"Alongside such epidemical tsunamis that struck humankind every few decades, people faced smaller but more regular waves of infectious diseases, Children, who lacked immunity, were particularly susceptible to them, hence they are often called 'childhood' diseases. Until the early twentieth century about a third of children died of diseases before reaching adulthood. During the last century humankind became evermore vulnerable to epidemics, due to growing populations and expanded travel. But there will possibly be a happy ending this time:
"Both the incidence and impact of epidemics and pandemics have since gone down dramatically in the last few decades! In particular, global childhood mortality is today actually at an all-time low: less than 5% of children die before reaching adulthood. In the developed world, the rate is less than 1%."
This miracle is due to unprecedented achievements of twentieth century medicine which has provided us with vaccinations, antibiotics, improved hygiene and a much better medical infrastructure. For example, a global campaign of smallpox vaccination was so successful that in 1979, the World Health Organization declared that humanity had won, and that smallpox had been completely eradicated. But now, as we all know, the coronavirus is here and it's spreading! Somewhere between China and the World's sophisticated medical system there was a huge problem! An errant viral pathogen that kills. With no vaccine or cure when it emerged, world leaders swung into action, appointing Disease Gurus, CDCs and WHOs. President Trump appointed his son-in-law, Jared Kushner, to be in charge of our nation’s "response", including getting several hundred million Americans vaccinated. But recall that, after Ronald Reagan's 1981 Inaugural Address, Orthodox Republicans like Trump and Kushner believe that "The Government is not the solution to our problem. Government is the problem!" Thus, Kushner passed the buck for Trump and decreed, "It's up to the states," as American deaths soared to over half a million, and spring weather teased spring breakers into flaunting world-wide medical warnings against indoor spreader events, like eateries, bars and dance floors. Some governors reopened resorts and beaches, over-ruling experts they appointed barely months earlier.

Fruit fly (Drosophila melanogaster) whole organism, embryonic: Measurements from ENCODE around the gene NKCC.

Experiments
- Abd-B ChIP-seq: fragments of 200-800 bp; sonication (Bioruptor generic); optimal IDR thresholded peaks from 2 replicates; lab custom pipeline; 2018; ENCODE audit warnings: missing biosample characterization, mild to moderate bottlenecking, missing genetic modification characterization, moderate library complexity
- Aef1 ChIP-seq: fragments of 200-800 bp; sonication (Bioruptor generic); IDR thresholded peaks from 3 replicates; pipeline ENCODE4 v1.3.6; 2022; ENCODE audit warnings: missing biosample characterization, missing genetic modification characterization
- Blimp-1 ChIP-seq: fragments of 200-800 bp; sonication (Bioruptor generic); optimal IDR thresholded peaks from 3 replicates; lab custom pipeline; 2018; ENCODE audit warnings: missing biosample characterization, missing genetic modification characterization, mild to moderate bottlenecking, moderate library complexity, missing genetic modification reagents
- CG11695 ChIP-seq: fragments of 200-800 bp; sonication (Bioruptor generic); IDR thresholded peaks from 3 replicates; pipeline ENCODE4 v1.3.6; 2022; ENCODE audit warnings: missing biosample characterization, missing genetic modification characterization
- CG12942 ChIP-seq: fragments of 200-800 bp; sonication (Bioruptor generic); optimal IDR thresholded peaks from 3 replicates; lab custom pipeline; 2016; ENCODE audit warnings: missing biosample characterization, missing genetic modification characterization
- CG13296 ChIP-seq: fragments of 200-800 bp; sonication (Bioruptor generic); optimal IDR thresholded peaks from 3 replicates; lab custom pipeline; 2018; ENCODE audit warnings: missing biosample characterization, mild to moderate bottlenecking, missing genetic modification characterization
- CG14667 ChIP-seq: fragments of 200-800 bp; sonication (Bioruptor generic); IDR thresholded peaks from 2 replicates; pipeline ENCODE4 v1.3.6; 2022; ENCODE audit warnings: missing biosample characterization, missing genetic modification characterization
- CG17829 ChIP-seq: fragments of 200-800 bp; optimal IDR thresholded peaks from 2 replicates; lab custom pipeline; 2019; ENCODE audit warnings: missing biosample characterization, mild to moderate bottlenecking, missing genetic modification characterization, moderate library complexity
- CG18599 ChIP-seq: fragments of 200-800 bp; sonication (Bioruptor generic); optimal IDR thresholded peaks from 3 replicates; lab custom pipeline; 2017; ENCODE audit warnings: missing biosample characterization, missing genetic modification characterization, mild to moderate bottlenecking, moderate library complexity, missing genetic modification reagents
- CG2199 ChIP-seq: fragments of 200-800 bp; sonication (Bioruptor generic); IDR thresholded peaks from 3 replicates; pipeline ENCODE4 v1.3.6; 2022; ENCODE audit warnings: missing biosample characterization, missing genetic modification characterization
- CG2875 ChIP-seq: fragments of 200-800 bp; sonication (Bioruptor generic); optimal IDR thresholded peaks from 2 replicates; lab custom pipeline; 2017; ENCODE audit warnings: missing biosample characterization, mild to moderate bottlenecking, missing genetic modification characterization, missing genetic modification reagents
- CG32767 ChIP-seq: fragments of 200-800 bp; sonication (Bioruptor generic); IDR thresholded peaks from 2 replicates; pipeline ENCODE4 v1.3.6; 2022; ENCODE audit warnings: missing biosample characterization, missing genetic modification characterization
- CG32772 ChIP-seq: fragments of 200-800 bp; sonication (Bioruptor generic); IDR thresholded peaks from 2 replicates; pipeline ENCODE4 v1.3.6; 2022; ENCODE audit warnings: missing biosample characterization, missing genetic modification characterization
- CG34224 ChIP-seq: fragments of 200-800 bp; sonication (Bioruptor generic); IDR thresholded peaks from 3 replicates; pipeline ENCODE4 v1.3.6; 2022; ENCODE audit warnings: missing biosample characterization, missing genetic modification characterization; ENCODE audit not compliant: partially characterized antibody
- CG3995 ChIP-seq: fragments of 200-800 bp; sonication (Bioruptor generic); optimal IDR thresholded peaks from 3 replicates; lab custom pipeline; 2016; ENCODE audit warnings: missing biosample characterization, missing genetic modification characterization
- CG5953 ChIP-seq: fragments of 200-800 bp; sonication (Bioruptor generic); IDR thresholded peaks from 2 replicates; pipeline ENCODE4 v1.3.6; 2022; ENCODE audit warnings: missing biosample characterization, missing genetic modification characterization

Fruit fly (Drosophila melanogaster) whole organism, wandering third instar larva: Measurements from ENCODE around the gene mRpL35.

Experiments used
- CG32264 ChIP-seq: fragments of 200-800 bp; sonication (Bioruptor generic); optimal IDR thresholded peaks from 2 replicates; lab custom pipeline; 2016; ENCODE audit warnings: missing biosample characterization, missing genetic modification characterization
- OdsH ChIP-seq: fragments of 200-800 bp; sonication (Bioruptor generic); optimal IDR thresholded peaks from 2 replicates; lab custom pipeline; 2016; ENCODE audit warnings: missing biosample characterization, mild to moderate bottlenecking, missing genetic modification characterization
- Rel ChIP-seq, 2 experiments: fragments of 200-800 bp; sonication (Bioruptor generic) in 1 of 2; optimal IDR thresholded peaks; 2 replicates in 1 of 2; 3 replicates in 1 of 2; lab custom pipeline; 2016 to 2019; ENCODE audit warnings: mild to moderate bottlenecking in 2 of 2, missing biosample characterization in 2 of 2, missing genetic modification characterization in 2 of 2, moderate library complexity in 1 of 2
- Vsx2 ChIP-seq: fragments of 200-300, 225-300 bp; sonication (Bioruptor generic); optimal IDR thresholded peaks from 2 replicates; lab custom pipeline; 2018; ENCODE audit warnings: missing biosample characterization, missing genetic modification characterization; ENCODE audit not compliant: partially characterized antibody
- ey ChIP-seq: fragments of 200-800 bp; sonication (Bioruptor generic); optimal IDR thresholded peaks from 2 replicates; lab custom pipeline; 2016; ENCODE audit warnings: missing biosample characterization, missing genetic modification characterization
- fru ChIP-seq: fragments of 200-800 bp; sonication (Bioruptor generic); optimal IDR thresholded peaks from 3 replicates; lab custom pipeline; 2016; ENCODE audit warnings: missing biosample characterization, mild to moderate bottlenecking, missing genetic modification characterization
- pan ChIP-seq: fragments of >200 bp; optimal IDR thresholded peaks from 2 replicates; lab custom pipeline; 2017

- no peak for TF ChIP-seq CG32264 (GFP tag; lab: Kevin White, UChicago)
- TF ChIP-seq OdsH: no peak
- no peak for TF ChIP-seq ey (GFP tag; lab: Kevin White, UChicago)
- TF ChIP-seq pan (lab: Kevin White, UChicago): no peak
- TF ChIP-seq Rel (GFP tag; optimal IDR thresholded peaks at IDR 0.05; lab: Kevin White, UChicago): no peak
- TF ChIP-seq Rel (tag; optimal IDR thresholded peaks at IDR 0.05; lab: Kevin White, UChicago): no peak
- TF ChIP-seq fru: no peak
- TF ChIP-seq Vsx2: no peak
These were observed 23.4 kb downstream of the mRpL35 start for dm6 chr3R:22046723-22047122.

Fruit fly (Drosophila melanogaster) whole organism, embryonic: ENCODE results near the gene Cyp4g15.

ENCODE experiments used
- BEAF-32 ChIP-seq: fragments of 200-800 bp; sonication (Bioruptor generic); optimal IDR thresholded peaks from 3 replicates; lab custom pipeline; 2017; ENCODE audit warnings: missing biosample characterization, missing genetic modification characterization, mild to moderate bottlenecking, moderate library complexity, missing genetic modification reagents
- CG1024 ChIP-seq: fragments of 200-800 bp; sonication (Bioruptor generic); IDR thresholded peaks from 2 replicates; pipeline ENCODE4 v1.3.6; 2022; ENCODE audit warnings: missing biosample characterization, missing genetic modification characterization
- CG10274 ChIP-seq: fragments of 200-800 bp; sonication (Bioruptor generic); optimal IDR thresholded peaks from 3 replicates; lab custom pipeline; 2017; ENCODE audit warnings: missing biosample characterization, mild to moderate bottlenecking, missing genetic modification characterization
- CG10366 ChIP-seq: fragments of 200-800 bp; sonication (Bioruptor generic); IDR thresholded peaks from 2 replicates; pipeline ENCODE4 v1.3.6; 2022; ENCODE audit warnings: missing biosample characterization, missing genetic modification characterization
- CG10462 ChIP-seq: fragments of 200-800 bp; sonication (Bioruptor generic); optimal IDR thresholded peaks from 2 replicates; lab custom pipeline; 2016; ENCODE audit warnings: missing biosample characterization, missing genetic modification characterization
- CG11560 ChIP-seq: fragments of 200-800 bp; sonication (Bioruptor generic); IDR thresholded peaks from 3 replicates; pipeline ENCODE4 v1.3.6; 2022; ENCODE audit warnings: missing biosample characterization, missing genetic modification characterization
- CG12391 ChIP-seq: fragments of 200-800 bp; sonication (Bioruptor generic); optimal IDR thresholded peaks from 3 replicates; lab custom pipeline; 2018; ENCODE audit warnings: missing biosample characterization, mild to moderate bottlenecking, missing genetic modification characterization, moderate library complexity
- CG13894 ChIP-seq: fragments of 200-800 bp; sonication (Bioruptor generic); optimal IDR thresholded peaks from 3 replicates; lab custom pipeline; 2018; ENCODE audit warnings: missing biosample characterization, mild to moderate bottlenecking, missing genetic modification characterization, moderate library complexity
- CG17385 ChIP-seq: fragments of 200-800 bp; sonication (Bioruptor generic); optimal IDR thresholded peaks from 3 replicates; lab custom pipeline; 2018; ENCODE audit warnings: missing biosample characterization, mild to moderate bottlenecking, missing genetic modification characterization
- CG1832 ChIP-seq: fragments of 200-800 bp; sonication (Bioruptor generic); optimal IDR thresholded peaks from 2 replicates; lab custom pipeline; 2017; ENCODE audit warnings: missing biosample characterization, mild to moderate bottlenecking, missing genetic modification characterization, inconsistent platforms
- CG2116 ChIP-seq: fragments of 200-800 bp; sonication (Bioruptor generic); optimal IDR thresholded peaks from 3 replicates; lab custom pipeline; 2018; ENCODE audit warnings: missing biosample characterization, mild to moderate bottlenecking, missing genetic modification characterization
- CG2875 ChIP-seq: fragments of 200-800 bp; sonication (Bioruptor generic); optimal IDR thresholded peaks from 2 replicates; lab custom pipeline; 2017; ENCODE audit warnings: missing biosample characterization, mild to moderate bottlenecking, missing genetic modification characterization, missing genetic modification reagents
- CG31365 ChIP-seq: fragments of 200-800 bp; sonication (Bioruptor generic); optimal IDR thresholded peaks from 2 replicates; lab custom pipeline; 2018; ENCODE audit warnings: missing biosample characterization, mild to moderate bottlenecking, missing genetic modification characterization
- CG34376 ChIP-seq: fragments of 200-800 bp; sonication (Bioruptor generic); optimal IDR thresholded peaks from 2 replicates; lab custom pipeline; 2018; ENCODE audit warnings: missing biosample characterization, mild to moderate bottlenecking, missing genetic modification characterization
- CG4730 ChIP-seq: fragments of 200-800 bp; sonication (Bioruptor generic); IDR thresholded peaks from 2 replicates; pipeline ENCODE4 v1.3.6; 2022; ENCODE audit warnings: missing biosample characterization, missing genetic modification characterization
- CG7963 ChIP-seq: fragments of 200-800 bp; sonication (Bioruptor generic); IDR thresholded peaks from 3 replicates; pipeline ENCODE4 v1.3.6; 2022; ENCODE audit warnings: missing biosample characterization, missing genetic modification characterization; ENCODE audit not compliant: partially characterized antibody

Renowned American Historian, Heather Cox Richardson, reminds us of the importance of remembering honestly and truthfully. She reported the truth about the "Spanish" flu's largely unknown brush with America in 1918 and about our own equally "curious amnesia" about last spring's covid-19 pandemic, in which many denied truth, facts, science, and empathy towards fellow Americans and fellow Sapiens. The 1918 Flu pandemic killed at least 50 million people worldwide, including 675 thousand Americans. Covid deaths 2020-21 now total 3.1 million throughout the world and 566 thousand in the United States of America............ and counting.
A summary and review of Animal, Vegetable, Junk by Mark Bittman. Written by guest feature Gregory Barnes.
We dig into Mark Bittman's world history of food when our Homo erectus ancestors improved their food hunting and gathering efficiency some 6 million years ago, now using only two feet for mobility. Bittman continues with important topics: "Food affects everything", "Agriculture is an eternal experiment," and "Soil and Civilization."
About seventy thousand years ago, Homo sapiens survived along with Neanderthals eating what they could find in Eurasia, later roaming deeper into Europe and Asia with crude tools, fire for cooking, and new, larger brains!